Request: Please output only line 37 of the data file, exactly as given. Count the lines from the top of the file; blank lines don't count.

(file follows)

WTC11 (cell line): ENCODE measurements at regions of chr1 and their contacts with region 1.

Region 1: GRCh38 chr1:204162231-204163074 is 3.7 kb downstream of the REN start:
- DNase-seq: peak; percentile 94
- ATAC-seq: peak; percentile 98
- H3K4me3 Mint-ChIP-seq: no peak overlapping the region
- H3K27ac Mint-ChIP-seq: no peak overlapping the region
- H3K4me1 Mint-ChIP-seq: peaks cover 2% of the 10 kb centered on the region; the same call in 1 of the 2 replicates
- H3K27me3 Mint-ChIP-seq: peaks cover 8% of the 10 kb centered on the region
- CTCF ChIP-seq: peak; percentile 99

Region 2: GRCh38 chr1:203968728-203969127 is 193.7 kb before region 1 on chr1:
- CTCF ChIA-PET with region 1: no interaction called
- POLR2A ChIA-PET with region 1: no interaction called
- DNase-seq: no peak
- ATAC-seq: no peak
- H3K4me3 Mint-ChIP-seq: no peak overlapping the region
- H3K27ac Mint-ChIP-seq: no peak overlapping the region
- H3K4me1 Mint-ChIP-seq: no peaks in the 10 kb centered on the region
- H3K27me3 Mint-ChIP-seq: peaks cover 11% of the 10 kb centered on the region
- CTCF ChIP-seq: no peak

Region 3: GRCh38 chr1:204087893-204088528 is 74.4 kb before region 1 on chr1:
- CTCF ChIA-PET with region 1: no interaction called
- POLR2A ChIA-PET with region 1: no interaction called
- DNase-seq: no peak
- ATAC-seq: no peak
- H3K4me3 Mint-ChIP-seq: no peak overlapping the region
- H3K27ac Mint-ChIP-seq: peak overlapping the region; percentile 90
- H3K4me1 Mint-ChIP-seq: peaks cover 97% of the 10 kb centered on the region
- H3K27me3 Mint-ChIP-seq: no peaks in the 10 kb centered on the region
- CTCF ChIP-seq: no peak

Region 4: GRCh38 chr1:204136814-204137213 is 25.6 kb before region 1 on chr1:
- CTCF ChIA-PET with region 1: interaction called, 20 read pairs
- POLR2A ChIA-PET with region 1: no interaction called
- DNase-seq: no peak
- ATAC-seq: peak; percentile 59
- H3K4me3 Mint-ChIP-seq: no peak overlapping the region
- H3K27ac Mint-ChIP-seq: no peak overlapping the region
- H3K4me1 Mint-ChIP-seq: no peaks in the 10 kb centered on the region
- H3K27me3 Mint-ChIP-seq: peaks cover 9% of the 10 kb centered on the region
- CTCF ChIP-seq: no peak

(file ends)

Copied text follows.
- H3K4me1 Mint-ChIP-seq: no peaks in the 10 kb centered on the region